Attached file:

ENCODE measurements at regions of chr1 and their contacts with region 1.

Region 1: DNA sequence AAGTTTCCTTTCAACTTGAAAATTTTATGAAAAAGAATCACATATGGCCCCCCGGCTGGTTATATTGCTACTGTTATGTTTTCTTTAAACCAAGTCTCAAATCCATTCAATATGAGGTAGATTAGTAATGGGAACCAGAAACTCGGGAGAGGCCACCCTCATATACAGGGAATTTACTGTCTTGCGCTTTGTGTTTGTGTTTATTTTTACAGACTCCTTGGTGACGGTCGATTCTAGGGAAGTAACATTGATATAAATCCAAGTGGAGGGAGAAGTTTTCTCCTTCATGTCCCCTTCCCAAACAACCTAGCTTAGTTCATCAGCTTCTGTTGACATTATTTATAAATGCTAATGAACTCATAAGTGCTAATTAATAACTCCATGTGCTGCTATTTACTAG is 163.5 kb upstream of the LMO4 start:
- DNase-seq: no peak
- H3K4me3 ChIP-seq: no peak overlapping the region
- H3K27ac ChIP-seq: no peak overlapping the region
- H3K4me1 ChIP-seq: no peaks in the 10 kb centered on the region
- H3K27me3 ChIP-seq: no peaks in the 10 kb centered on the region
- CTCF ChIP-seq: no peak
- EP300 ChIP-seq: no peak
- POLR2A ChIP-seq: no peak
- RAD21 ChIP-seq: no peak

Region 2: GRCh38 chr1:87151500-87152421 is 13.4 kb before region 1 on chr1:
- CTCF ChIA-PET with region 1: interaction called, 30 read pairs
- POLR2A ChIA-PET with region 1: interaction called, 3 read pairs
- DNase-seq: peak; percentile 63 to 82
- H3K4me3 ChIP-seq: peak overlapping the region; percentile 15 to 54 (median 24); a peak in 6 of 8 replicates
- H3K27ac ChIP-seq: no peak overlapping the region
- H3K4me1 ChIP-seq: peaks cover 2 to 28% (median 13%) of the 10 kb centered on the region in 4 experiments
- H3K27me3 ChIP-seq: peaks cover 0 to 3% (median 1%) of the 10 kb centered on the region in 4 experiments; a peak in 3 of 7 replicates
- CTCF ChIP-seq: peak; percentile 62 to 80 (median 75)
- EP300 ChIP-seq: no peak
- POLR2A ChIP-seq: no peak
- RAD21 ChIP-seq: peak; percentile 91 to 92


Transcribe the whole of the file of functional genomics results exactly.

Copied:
ENCODE measurements at regions of chr1 and their contacts with region 1.

Region 1: DNA sequence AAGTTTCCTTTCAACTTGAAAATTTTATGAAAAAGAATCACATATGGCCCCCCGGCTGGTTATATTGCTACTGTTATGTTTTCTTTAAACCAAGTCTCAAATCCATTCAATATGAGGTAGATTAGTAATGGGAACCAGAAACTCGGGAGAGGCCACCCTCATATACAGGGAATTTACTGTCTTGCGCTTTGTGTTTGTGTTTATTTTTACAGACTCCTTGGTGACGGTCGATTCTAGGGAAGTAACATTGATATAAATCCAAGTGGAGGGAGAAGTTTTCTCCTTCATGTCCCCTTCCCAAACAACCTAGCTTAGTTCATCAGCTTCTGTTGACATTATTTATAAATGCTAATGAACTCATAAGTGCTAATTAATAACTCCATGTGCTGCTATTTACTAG is 163.5 kb upstream of the LMO4 start:
- DNase-seq: no peak
- H3K4me3 ChIP-seq: no peak overlapping the region
- H3K27ac ChIP-seq: no peak overlapping the region
- H3K4me1 ChIP-seq: no peaks in the 10 kb centered on the region
- H3K27me3 ChIP-seq: no peaks in the 10 kb centered on the region
- CTCF ChIP-seq: no peak
- EP300 ChIP-seq: no peak
- POLR2A ChIP-seq: no peak
- RAD21 ChIP-seq: no peak

Region 2: GRCh38 chr1:87151500-87152421 is 13.4 kb before region 1 on chr1:
- CTCF ChIA-PET with region 1: interaction called, 30 read pairs
- POLR2A ChIA-PET with region 1: interaction called, 3 read pairs
- DNase-seq: peak; percentile 63 to 82
- H3K4me3 ChIP-seq: peak overlapping the region; percentile 15 to 54 (median 24); a peak in 6 of 8 replicates
- H3K27ac ChIP-seq: no peak overlapping the region
- H3K4me1 ChIP-seq: peaks cover 2 to 28% (median 13%) of the 10 kb centered on the region in 4 experiments
- H3K27me3 ChIP-seq: peaks cover 0 to 3% (median 1%) of the 10 kb centered on the region in 4 experiments; a peak in 3 of 7 replicates
- CTCF ChIP-seq: peak; percentile 62 to 80 (median 75)
- EP300 ChIP-seq: no peak
- POLR2A ChIP-seq: no peak
- RAD21 ChIP-seq: peak; percentile 91 to 92